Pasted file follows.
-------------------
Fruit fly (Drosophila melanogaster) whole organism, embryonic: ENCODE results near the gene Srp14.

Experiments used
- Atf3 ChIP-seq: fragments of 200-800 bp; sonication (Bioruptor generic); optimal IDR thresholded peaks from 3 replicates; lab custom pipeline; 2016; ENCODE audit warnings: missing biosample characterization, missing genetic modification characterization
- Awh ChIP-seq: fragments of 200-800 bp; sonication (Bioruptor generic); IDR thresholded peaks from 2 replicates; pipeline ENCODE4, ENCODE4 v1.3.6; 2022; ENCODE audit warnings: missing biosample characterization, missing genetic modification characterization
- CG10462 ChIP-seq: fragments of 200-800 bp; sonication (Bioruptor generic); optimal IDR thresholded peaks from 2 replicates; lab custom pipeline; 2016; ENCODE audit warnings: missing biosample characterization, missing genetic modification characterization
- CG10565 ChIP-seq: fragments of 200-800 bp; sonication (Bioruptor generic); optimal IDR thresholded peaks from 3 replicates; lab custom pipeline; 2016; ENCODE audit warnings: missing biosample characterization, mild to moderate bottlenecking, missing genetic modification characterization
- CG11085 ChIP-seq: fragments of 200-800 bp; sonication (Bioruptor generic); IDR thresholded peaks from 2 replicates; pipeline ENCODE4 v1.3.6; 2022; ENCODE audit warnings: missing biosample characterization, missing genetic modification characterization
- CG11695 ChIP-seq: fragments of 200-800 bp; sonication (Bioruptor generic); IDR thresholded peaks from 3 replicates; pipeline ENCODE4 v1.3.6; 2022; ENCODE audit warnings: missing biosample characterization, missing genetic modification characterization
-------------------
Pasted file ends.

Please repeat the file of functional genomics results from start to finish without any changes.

Fruit fly (Drosophila melanogaster) whole organism, embryonic: ENCODE results near the gene Srp14.

Experiments used
- Atf3 ChIP-seq: fragments of 200-800 bp; sonication (Bioruptor generic); optimal IDR thresholded peaks from 3 replicates; lab custom pipeline; 2016; ENCODE audit warnings: missing biosample characterization, missing genetic modification characterization
- Awh ChIP-seq: fragments of 200-800 bp; sonication (Bioruptor generic); IDR thresholded peaks from 2 replicates; pipeline ENCODE4, ENCODE4 v1.3.6; 2022; ENCODE audit warnings: missing biosample characterization, missing genetic modification characterization
- CG10462 ChIP-seq: fragments of 200-800 bp; sonication (Bioruptor generic); optimal IDR thresholded peaks from 2 replicates; lab custom pipeline; 2016; ENCODE audit warnings: missing biosample characterization, missing genetic modification characterization
- CG10565 ChIP-seq: fragments of 200-800 bp; sonication (Bioruptor generic); optimal IDR thresholded peaks from 3 replicates; lab custom pipeline; 2016; ENCODE audit warnings: missing biosample characterization, mild to moderate bottlenecking, missing genetic modification characterization
- CG11085 ChIP-seq: fragments of 200-800 bp; sonication (Bioruptor generic); IDR thresholded peaks from 2 replicates; pipeline ENCODE4 v1.3.6; 2022; ENCODE audit warnings: missing biosample characterization, missing genetic modification characterization
- CG11695 ChIP-seq: fragments of 200-800 bp; sonication (Bioruptor generic); IDR thresholded peaks from 3 replicates; pipeline ENCODE4 v1.3.6; 2022; ENCODE audit warnings: missing biosample characterization, missing genetic modification characterization